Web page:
One of the biggest challenges in evolutionary science is to explain the evolution of consciousness. While that is widely recognized, most evolutionists also take the stand that evolution itself is not, has not been, and cannot be conscious.
Taken together, this leads to an anomaly:
On the one hand, evolutionists recognize the importance of the evolution of consciousness, and on the other hand, most evolutionists deny its importance to the understanding of their own field.
For evolutionary science to play a bigger role in society that takes full advantage of its scientific scope and depth, this anomaly has to end. Evolution can be, has been, and is consciousness.
Part 1: The Evolution of Consciousness
Consciousness can be thought of as the ability to respond to oneself and the environment and the pattern they contain.
When humans and nonhuman animals dramatically decrease their ability to respond (for example during sleep or coma), they are said to be “semi-conscious” or even “unconscious.” In a similar way, as life forms develop more complex ways of responding (for example through heightened senses or increased intelligence), they are said to become more conscious of their surroundings.
Defined in this way, it is difficult to imagine a world in which consciousness didn’t evolve.
This is so because no evolved trait is successful in all environments – it all depends on the context. The particular ways creatures gain resources, reproduce, protect offspring, or avoid predators can only be understood (and are only beneficial) within a particular environment. In a different context, these same traits can be fatal.
The Dodo bird never shied away from bigger animals, because it didn’t have a natural predator. However, once Dutch sailors arrived on the island’s shore, the fearless bird became an easy catch, and quickly went extinct in the 17th century. In other words, an inconspicuous trait became fatal once the environment changed.
Consciousness means being more sensitive to changes in the environment and its impact. This is such a great advantage, that it’s virtually guaranteed to be a core product of evolution. Consciousness, as I’ve defined it, will not only evolve; it’s a key characteristic of complex animals.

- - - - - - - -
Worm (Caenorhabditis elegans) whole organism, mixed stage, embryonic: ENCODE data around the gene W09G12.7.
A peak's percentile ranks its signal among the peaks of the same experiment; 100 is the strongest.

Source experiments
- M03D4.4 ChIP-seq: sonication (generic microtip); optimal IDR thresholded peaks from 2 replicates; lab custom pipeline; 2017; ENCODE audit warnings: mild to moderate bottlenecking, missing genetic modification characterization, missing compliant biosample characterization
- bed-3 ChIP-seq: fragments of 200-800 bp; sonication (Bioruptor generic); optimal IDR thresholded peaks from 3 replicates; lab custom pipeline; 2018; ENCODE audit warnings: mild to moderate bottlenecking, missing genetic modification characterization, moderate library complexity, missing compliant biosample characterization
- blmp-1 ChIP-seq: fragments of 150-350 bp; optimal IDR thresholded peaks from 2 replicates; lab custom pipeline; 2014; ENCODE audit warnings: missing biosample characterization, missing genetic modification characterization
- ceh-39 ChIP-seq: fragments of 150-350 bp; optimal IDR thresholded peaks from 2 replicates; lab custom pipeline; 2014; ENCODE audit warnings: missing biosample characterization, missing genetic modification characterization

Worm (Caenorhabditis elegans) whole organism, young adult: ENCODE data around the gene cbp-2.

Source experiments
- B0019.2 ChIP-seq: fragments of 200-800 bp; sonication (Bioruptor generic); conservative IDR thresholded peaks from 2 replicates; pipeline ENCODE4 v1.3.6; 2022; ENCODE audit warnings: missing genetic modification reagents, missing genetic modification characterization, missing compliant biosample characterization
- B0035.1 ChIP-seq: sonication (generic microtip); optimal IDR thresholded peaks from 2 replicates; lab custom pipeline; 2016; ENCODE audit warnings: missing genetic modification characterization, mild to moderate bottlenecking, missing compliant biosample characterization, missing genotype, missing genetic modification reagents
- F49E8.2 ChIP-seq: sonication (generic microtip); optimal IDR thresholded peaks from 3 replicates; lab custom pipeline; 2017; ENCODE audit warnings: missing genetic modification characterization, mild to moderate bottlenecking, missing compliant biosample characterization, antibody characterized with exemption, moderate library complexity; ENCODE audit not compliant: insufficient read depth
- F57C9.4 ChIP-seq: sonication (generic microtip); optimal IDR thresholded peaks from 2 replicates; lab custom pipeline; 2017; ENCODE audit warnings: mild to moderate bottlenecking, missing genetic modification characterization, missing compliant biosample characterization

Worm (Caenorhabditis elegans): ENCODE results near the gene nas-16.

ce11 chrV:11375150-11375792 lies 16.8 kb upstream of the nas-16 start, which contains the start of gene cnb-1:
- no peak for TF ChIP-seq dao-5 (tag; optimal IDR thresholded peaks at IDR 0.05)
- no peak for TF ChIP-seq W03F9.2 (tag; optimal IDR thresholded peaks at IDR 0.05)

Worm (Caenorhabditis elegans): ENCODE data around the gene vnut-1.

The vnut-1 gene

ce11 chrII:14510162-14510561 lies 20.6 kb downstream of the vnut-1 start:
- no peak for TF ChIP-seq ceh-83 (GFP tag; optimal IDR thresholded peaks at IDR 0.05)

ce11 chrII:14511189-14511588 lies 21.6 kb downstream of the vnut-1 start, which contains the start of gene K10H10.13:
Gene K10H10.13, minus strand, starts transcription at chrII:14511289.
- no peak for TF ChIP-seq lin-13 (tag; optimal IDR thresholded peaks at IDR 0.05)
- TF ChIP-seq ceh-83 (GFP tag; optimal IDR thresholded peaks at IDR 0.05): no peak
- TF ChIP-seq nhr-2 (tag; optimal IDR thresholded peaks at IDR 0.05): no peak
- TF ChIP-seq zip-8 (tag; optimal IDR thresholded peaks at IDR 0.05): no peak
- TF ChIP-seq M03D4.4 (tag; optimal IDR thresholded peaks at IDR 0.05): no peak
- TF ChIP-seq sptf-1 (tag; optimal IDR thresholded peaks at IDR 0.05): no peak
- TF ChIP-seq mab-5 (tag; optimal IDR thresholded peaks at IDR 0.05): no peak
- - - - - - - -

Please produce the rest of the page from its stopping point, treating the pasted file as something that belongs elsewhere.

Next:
But Is Evolution Conscious?
imagine an animal that can detect a predator because of its enhanced eyesight. It is entirely reasonable to say that this animal has evolved to be more conscious of the presence of a predator.
But was evolution itself conscious in such a case?
Variations are blind, and while the heritable changes in the visual system helped the animal to better avoid predators, it was not on purpose. The eyesight did not change in order to detect the predator.
However, there’s more to the story. A well-adjusted visual system requires more than just the right set of genes – it also requires the right developmental process.
If you would sew a kitten’s eyelids shut during a critical period, it will never develop normal eyesight, even if the visual deprivation is only a matter of days.
In principle, a kitten could create this harm by its own behavior. For example, a kitten could close its eyes too much, or hide its face in its mother’s underbelly too much – both of which would interfere with the normal development of its eyesight.
A healthy kitten, however, does not normally do this because it has a natural preference to seek proper visual stimulation. In behavioralese: it’s a natural reinforcer. In other words, evolution created sensory preferences and reward system to ensure that developmental and learning processes can play their role in fostering healthy sensory systems.
While not self-directed in the same way as human action, purposeful behavior is a key element in evolution for all of the animals that evolved since learning by consequences arrived half a billion years ago.
Part 2: What Animals Can and Cannot Do
Animals can learn from the past and change their actions to produce desired outcomes. For example, lots of dogs are more than willing to sit down after hearing the command “sit”, simply because they have learned to get yummy treats afterwards.
This type of behavior is called operant conditioning, and it’s a more elaborated form of consciousness. By contacting regularities between certain actions and their resulting environmental outcomes, an animal can purposefully act and respond.
This type of behavior is crucial in evolutionary processes such as niche selection (seeking out a particular environment) or niche construction (creating long lasting environmental changes such as dens, dams, and the like). We know it started half a billion years ago because all organisms that arrived since the Cambrian period can learn this way, while none that evolved earlier can do so. Major evolutionists have argued that the Cambrian explosion – the sudden occurence of a grand multitude of species – was enabled by the evolution of operant learning that allowed life forms to seek out and stay in particular environments, thus changing the evolutionary selection pressures for new forms and features and eventually new species to emerge.